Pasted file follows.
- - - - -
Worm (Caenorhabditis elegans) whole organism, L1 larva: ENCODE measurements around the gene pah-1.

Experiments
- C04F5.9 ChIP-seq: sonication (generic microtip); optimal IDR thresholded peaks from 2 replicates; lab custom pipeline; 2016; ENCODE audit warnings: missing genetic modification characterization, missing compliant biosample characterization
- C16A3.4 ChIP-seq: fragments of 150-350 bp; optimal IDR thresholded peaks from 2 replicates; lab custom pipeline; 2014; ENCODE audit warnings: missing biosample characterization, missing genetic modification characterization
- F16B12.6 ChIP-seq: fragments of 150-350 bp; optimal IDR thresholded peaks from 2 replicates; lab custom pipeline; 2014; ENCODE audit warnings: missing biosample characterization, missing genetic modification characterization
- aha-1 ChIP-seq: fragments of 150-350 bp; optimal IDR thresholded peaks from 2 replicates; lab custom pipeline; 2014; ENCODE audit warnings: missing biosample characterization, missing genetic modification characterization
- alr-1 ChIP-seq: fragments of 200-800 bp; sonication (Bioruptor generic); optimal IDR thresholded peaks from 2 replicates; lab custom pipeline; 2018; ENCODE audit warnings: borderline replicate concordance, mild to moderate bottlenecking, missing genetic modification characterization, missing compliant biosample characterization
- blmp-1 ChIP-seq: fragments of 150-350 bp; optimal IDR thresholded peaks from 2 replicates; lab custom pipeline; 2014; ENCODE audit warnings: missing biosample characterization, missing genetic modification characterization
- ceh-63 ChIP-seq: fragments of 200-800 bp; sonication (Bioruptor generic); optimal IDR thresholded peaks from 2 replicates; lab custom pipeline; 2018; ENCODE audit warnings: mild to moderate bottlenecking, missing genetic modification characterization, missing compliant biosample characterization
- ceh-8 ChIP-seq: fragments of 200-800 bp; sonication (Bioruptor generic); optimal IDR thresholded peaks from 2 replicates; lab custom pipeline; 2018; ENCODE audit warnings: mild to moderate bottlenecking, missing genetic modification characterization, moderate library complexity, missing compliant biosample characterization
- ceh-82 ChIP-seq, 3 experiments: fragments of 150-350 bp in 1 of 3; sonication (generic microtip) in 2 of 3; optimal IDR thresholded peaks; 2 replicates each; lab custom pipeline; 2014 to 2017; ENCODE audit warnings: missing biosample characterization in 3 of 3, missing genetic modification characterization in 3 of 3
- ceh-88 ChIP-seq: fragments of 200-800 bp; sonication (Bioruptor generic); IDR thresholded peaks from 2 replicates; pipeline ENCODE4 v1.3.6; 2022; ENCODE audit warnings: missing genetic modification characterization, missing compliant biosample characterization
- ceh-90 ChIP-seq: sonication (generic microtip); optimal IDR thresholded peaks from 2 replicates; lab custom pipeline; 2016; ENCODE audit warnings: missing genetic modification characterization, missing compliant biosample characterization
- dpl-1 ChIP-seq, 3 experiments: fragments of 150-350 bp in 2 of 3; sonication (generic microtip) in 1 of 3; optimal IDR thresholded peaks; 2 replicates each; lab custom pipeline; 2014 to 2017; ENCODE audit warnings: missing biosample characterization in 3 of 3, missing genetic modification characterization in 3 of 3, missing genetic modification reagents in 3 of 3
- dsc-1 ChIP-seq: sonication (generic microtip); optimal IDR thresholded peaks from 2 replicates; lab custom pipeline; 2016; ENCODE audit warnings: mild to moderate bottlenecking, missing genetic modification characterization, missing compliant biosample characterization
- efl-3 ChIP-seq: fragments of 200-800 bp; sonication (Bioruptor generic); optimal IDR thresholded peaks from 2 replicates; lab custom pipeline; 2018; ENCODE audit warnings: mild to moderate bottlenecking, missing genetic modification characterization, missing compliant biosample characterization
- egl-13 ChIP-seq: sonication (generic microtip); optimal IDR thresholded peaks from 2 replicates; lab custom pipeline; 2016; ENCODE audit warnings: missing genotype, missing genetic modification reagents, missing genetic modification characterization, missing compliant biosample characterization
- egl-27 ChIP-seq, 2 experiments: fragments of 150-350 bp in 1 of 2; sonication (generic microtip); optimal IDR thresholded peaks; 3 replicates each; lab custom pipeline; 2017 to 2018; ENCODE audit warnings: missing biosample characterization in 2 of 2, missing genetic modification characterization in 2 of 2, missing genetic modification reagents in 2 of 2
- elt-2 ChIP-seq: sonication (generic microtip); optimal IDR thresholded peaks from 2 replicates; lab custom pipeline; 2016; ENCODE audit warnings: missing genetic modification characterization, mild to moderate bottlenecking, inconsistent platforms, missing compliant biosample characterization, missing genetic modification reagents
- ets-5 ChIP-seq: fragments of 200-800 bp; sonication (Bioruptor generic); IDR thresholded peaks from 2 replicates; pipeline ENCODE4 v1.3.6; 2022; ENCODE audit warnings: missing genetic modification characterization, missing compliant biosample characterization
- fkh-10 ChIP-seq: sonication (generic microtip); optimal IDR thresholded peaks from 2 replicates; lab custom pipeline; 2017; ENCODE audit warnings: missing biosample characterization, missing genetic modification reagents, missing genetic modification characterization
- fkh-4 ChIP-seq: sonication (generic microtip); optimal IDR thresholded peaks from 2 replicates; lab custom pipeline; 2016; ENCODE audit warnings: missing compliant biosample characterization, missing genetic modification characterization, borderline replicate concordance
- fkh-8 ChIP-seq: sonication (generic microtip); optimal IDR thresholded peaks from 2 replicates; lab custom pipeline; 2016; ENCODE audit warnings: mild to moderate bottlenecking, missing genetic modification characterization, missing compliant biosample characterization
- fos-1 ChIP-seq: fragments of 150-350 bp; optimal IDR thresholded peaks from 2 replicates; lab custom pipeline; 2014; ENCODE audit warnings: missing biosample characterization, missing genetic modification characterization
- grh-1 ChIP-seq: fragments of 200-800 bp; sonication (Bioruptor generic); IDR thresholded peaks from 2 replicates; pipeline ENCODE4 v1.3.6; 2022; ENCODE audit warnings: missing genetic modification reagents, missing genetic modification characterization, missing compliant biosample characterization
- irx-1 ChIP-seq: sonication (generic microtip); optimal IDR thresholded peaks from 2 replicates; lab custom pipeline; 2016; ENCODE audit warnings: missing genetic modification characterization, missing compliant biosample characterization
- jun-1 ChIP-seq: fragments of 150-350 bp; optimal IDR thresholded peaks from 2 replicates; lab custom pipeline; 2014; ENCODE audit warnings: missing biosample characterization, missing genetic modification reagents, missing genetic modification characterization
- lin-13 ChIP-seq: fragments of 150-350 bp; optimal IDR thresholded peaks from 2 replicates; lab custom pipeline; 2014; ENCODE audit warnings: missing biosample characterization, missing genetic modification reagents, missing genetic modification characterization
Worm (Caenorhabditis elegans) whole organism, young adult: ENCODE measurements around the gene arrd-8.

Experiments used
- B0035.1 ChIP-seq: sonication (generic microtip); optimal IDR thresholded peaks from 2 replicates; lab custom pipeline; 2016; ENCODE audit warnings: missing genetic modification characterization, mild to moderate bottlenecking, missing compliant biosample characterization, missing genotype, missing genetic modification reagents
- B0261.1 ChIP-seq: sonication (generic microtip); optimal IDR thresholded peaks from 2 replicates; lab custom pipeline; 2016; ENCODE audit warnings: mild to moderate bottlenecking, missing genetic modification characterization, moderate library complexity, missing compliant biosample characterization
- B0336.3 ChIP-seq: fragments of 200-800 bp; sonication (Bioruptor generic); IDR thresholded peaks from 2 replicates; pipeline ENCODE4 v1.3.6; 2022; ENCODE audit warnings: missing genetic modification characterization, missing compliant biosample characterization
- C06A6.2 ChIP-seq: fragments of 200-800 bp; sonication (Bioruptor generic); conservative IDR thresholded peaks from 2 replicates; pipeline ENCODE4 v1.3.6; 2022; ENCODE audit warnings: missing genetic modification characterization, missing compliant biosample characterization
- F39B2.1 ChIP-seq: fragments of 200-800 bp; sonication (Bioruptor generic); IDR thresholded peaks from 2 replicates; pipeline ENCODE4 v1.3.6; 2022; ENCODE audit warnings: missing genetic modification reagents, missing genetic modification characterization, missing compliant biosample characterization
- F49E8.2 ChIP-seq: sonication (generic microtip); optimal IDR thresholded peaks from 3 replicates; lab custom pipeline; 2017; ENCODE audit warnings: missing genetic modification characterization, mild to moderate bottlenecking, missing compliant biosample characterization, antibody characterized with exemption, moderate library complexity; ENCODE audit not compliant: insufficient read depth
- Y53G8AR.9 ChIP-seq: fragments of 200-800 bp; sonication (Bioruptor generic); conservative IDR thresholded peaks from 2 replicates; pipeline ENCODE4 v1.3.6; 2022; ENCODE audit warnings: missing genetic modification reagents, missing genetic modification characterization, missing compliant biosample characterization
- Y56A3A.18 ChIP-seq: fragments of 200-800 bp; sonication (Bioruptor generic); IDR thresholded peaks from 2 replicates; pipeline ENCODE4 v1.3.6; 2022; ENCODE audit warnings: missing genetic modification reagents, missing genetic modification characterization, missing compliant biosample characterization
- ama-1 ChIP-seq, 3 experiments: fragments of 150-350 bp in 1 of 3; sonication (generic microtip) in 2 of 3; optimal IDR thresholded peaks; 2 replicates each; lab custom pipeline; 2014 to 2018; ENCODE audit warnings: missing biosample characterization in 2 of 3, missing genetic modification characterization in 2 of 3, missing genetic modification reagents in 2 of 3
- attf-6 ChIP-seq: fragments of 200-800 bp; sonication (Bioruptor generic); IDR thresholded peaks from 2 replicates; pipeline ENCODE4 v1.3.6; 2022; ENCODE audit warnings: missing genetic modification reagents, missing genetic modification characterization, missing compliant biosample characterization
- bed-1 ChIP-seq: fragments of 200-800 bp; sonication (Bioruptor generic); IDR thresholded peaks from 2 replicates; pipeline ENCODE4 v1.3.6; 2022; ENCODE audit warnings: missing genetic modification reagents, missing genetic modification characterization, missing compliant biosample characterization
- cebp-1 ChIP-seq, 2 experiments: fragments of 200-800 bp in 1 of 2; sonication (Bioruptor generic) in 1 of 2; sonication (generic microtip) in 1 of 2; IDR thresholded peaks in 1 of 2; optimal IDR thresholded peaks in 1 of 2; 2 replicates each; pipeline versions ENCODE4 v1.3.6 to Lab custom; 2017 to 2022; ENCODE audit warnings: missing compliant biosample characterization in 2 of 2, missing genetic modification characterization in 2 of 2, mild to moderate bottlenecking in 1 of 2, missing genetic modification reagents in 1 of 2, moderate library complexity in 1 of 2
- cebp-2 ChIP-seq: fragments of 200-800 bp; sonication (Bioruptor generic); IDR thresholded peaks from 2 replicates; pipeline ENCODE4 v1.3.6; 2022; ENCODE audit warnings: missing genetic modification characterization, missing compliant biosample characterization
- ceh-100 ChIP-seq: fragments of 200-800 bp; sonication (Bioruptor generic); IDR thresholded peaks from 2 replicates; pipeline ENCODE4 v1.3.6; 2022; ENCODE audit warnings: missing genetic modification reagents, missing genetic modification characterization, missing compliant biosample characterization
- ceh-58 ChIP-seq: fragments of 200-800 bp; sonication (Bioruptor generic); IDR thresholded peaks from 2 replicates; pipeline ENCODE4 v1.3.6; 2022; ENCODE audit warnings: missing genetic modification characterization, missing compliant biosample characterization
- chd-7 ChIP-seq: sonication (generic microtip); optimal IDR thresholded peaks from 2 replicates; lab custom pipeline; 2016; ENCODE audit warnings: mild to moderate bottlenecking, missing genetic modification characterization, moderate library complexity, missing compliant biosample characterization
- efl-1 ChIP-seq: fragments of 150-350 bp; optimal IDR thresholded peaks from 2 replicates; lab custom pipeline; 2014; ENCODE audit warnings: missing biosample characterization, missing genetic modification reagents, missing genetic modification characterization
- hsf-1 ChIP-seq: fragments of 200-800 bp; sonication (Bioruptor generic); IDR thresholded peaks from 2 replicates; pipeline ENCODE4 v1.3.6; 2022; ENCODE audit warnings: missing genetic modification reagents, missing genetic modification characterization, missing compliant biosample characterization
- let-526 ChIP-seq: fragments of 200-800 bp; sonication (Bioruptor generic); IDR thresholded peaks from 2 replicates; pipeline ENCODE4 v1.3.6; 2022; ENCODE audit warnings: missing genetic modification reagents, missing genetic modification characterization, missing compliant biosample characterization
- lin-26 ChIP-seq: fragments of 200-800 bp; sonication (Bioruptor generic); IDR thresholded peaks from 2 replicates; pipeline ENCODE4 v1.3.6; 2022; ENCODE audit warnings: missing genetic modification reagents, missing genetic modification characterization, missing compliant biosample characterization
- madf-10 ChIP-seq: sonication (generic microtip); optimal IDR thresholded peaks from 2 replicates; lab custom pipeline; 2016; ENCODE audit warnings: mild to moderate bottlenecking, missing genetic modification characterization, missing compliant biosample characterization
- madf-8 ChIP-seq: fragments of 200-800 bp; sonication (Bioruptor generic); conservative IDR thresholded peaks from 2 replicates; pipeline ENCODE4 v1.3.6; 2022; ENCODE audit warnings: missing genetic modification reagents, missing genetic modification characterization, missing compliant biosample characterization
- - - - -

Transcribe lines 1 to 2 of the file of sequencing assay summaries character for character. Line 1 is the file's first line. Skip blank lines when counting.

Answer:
Worm (Caenorhabditis elegans) whole organism, L1 larva: ENCODE measurements around the gene pah-1.

Experiments